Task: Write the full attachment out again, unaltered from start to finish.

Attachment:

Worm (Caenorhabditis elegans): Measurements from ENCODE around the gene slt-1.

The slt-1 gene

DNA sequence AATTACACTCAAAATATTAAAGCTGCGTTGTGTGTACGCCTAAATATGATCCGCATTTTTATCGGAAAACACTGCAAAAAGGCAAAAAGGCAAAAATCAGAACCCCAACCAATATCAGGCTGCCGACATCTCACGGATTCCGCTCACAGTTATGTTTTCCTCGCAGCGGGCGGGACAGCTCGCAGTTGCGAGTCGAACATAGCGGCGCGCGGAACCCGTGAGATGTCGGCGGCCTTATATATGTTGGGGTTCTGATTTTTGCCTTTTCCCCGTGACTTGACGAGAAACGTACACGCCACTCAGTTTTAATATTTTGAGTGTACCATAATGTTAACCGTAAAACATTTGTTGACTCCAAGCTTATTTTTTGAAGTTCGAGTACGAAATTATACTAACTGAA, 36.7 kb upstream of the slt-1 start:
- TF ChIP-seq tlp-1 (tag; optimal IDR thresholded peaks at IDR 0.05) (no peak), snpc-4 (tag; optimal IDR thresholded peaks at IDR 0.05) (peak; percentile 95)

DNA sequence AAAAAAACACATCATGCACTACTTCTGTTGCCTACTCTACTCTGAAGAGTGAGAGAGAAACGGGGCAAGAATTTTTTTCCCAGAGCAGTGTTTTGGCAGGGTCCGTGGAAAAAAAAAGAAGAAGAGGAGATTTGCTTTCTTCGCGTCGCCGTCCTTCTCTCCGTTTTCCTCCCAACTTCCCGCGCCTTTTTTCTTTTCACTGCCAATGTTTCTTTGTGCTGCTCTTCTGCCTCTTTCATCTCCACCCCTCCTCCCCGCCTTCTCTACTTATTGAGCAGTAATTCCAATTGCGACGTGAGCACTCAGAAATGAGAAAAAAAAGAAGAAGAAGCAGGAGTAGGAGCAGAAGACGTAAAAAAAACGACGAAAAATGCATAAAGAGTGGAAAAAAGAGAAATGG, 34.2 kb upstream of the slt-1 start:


Worm (Caenorhabditis elegans): Measurements from ENCODE around the gene slt-1.

The slt-1 gene

DNA sequence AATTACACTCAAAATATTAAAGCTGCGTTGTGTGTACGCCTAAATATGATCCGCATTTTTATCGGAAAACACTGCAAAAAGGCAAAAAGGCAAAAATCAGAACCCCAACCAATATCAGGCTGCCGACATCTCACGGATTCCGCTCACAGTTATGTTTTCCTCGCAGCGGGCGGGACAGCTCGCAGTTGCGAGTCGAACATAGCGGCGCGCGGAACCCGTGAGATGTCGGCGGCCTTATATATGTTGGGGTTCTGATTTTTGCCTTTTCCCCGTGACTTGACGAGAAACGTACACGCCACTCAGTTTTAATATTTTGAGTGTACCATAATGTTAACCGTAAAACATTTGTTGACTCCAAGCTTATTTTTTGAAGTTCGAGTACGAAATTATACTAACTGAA, 36.7 kb upstream of the slt-1 start:
- TF ChIP-seq tlp-1 (tag; optimal IDR thresholded peaks at IDR 0.05) (no peak), snpc-4 (tag; optimal IDR thresholded peaks at IDR 0.05) (peak; percentile 95)

DNA sequence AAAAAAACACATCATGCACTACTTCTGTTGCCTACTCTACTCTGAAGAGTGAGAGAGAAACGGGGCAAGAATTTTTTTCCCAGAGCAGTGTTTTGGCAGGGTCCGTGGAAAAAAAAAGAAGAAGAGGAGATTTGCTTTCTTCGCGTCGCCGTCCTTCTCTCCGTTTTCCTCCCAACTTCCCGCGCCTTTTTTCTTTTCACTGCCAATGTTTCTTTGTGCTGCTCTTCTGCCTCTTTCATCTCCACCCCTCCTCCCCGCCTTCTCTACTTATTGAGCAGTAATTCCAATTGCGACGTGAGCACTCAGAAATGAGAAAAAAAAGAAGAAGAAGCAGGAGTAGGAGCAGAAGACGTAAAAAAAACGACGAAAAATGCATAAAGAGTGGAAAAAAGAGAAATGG, 34.2 kb upstream of the slt-1 start: